Are you sitting around, dreaming about working abroad? Feel like you don't have the means to get hooked up abroad? The opportunities are as endless as the destinations and you'll be pleased to know that being a native speaker of English can be your ticket to a far off place. As a graduating UCLA senior, I recently realized that I needed to start thinking more seriously about my career goals, but still wanted to participate in an exciting experience abroad. I began my teaching English abroad in Eastern Europe search and uncovered a sea of information.
Placed in Front of the Classroom
Deciding on a destination is the first step in your journey -but where to go? That's a tough question. Answers are based on a lot of factors including your personal motivation, language challenges, financial and educational goals, and job availability.
A good way to start answering your question of where to go (and, fundamentally, how to actually get the job) is by researching various placement agencies. Placement organizations help you find a teaching job and provide for fundamental matters like housing and a work permit, and sometimes teacher training. Some of these organizations charge a placement or application fee for their services. Fees vary anywhere from hundreds to a few thousand dollars based on the destination and duration of the program. The differences between services offered by fee-based and free placement organizations vary, but aren't usually too disparate. Many organizations that don't charge a fee are funded by the host country's government. Since we're all looking to save money, none of the organizations mentioned in this article require placement fees.
Sometimes, speaking English is the only "credential" you need to find a job and be issued a work permit for Asia and Eastern Europe, though the best jobs (and most reputable ones) require a Bachelors degree also, and sometimes a certificate in Teaching English as a Foreign Language (TEFL, or any of the other common acronyms). If you are interested in making money the best opportunities are in countries like Japan, South Korea, and Taiwan. Many corporations in Asia offer business English lessons to their employees. The JET program www.mofa.go.jp/j_info/visit/jet/index.html is a government-sponsored program for teaching in public schools in Japan. AEON (www.aeonet.com) and NOVA (www.teachinjapan.com) are large companies that offer numerous positions in private language schools in Japan. If you're interested in traveling to Korea I recommend checking out the HanWooRee Language and Education Center at www.HanWooRee.com and TEFKO at www.tefko.com.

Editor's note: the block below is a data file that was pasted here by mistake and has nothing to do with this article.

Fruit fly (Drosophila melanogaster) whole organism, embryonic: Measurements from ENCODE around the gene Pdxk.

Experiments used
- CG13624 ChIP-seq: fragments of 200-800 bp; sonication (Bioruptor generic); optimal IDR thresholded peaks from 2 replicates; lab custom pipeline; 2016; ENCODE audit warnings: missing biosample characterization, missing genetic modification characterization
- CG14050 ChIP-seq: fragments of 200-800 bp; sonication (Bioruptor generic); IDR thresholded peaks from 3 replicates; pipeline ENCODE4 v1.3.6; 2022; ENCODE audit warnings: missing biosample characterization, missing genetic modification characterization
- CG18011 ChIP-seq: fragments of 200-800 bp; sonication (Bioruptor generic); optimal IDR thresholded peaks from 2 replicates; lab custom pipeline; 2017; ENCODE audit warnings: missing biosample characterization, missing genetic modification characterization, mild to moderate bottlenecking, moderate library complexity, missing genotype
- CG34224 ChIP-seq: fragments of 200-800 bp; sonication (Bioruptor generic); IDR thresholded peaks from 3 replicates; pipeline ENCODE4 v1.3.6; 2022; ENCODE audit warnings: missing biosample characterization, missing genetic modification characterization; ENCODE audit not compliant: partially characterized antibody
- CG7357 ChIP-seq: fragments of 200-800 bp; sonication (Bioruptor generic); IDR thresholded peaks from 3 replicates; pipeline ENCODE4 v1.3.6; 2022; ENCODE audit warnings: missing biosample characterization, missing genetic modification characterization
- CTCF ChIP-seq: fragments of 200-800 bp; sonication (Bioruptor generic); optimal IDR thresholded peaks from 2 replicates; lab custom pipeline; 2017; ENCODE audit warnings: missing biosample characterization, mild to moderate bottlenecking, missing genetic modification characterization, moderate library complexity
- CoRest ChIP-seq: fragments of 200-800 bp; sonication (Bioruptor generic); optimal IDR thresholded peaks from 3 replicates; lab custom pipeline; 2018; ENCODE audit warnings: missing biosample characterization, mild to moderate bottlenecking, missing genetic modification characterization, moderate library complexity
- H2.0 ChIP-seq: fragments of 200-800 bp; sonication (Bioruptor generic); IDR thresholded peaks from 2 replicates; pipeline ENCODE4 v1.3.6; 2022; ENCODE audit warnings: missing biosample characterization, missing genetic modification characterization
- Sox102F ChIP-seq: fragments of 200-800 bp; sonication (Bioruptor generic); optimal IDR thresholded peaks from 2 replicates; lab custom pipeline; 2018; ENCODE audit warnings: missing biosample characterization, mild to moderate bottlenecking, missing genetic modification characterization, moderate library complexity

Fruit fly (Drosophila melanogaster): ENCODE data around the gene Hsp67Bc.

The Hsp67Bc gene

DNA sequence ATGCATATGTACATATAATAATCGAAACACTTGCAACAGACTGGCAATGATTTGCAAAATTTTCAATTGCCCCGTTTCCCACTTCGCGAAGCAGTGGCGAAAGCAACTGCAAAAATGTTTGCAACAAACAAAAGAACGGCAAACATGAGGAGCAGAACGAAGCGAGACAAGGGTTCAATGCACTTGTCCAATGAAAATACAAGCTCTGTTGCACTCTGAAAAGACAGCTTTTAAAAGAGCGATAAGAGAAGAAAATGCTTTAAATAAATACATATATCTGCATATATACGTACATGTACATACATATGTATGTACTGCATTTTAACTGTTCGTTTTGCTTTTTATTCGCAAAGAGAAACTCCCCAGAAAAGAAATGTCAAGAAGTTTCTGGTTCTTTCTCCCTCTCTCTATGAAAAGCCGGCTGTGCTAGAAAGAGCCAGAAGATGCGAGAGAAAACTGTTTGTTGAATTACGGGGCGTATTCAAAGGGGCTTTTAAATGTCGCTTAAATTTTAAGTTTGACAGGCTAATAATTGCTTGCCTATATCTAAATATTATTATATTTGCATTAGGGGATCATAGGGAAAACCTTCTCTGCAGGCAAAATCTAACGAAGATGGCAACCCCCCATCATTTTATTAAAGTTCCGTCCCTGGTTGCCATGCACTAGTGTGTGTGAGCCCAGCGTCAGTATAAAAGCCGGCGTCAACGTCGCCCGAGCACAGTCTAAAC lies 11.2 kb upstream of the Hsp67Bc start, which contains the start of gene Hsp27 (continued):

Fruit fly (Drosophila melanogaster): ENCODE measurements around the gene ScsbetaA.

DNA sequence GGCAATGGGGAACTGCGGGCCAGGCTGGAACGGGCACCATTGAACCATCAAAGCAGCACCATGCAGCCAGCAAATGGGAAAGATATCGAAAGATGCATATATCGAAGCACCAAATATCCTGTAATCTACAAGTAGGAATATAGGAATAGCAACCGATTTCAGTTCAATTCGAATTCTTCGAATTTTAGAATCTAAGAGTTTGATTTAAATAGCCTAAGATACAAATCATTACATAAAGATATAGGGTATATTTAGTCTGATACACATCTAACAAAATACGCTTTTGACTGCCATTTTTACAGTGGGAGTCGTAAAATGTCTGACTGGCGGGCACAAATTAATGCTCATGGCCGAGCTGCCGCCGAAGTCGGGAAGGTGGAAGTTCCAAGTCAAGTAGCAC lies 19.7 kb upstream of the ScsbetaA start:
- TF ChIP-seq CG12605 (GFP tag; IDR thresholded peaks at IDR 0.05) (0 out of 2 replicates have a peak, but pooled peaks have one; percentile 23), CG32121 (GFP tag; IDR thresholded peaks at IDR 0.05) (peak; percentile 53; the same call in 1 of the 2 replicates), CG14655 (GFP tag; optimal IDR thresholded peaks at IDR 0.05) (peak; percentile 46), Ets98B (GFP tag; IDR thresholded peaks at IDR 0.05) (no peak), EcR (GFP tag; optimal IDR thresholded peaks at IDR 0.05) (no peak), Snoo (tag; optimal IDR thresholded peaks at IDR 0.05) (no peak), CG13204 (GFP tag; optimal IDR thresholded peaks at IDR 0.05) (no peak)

Speaking Spanish can be an excellent bonus, but not a requirement, when looking for teaching opportunities in Latin America. Salaries are generally lower than in Asia. Teach English in Mexico (www.employnow.com/mexico.htm) might be your ticket to Mexico. In Chile and Argentina native English speakers are always in demand. The Colegio Ingles British Royal (www.nalejandria.com/colegios/chile.htm) and the Instituto Cultural Argentino Norte Americano can be your gateway into the Latin world.
Western Europe, a favorite backpacking destination of many, presents limited teaching positions even for qualified Americans because British and Irish teachers don't need work permits as members of the European Union, and legally schools must hire EU citizens unless proven that the job cannot be accomplished by them. Tough market to break into, unless you work under the table, which is always an option. However, a few opportunities still exist. For those who have a background and/or an interest in the French Language, their government sponsors the French Teaching Assistant Program (www.frenchculture.org), a paid opportunity to teach in France. Similarly, the American Scandinavian Foundationwww.amscan.org offers teaching positions in Finland.
Blazing Your Own Trail
There is also the option of applying directly to the overseas school without any third-party intermediary. If you already know what you want, this might be for you. You'll have to do a lot of research on your own, but it's possible if you have the time and energy and want to save on placement fees. The legendary Dave's ESL Cafe (www.eslcafe.com) is a great starting point and can direct you towards many opportunities worldwide. Other great sites are www.eslworldwide.com, www.fowt.com, and www.iteachnet.com. www.goabroad.com is a very comprehensive website. And don't forget www.StudentTraveler.com!